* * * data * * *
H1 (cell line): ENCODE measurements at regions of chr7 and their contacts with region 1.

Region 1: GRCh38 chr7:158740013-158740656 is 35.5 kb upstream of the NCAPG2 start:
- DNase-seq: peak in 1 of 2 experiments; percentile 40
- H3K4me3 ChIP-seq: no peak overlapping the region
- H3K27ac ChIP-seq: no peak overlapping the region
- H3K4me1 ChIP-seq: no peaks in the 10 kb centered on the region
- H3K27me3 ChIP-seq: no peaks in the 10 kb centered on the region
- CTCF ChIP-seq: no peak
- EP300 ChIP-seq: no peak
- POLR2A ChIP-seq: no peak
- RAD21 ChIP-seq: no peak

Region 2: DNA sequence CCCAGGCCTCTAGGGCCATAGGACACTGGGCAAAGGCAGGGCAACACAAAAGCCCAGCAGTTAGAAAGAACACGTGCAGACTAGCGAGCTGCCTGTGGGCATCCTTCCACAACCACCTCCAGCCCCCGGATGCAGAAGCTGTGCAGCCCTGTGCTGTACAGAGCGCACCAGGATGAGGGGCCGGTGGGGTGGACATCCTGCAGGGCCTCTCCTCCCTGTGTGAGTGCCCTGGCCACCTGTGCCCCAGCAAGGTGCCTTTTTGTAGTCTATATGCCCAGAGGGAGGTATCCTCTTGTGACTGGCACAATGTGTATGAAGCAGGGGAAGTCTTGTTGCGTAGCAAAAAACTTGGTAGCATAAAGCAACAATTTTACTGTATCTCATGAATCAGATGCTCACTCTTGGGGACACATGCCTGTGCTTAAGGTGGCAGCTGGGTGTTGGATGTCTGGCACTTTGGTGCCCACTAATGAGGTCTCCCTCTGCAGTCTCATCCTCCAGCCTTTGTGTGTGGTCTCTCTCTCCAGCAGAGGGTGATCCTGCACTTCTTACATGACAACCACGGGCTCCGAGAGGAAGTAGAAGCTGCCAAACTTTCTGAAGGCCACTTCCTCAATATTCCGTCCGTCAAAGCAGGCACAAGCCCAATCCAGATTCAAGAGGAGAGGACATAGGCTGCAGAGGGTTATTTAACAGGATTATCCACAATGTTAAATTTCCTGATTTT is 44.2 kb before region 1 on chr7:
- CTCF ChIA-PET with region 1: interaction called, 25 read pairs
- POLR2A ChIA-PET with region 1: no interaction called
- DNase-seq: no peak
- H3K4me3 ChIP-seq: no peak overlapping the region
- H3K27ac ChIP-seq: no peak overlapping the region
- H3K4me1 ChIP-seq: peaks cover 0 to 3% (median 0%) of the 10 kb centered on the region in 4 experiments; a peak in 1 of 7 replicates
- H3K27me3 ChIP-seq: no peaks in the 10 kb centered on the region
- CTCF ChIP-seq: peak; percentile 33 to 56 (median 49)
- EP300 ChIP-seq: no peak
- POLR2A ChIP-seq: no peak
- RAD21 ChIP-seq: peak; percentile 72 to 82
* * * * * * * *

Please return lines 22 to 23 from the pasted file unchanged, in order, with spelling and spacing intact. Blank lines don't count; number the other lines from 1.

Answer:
- POLR2A ChIP-seq: no peak
- RAD21 ChIP-seq: peak; percentile 72 to 82